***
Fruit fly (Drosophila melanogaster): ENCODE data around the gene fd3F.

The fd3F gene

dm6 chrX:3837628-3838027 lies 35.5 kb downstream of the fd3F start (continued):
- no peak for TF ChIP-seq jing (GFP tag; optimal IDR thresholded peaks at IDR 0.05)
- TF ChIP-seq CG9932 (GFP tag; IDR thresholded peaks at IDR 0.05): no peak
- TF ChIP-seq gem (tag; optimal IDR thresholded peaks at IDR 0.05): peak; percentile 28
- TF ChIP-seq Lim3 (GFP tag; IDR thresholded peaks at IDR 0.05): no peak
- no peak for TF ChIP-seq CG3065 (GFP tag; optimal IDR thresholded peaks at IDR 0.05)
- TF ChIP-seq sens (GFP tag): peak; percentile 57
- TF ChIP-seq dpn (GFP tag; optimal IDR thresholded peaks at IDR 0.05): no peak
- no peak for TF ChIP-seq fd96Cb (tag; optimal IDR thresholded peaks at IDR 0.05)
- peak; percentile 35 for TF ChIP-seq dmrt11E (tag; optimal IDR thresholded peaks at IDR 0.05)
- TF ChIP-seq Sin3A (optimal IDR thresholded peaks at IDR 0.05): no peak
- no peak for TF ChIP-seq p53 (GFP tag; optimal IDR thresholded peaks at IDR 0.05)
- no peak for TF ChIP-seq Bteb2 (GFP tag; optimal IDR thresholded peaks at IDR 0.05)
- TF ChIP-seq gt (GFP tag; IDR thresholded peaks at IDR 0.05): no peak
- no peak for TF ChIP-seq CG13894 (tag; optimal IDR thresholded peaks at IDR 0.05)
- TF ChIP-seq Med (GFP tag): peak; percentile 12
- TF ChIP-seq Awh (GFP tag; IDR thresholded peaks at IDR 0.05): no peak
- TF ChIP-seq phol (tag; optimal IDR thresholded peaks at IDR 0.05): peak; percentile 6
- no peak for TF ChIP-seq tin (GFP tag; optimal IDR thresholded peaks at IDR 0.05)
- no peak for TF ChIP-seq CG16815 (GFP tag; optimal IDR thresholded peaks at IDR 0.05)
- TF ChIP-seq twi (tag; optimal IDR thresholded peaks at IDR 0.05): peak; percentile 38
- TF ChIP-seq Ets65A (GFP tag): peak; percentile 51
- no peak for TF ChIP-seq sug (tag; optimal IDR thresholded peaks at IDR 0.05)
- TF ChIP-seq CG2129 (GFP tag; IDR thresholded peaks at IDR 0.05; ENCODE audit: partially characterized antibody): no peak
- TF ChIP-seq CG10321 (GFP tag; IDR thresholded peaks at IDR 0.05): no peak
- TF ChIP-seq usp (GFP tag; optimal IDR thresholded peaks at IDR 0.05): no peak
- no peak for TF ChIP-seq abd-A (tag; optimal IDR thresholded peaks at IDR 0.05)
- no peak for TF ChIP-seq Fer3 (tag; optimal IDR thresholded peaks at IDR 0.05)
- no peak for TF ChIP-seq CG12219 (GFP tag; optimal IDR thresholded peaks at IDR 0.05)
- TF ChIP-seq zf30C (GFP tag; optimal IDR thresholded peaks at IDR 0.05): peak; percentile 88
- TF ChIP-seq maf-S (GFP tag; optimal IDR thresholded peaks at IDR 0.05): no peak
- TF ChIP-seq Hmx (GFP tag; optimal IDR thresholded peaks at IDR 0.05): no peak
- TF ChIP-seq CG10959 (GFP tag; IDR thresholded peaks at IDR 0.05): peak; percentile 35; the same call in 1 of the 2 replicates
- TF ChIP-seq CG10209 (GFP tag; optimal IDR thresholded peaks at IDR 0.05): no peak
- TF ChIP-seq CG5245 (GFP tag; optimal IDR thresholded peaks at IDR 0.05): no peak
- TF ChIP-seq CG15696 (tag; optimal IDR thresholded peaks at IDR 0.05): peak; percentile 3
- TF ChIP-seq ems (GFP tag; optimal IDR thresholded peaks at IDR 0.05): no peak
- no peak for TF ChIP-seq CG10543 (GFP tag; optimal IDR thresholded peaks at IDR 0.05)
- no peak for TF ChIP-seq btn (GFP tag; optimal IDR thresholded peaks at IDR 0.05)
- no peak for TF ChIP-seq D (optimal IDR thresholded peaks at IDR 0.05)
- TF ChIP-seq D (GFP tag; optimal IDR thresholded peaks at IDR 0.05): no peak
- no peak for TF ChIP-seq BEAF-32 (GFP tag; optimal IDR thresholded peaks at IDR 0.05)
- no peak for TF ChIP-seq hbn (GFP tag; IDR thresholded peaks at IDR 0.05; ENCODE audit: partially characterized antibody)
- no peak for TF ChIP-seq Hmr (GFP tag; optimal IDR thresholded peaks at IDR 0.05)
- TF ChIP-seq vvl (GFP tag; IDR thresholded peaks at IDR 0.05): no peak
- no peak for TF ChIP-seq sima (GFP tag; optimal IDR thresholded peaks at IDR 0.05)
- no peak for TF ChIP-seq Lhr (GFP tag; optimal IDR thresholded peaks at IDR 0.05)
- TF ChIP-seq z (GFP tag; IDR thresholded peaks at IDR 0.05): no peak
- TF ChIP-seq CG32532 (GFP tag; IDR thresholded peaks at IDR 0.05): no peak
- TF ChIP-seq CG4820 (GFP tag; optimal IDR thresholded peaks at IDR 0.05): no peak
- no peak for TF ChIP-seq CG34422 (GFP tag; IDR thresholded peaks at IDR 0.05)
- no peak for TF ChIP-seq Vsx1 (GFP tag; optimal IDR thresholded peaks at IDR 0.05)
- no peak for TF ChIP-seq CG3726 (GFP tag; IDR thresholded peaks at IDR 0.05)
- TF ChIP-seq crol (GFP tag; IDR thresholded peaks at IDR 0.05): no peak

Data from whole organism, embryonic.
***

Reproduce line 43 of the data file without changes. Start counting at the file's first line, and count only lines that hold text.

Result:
- TF ChIP-seq D (GFP tag; optimal IDR thresholded peaks at IDR 0.05): no peak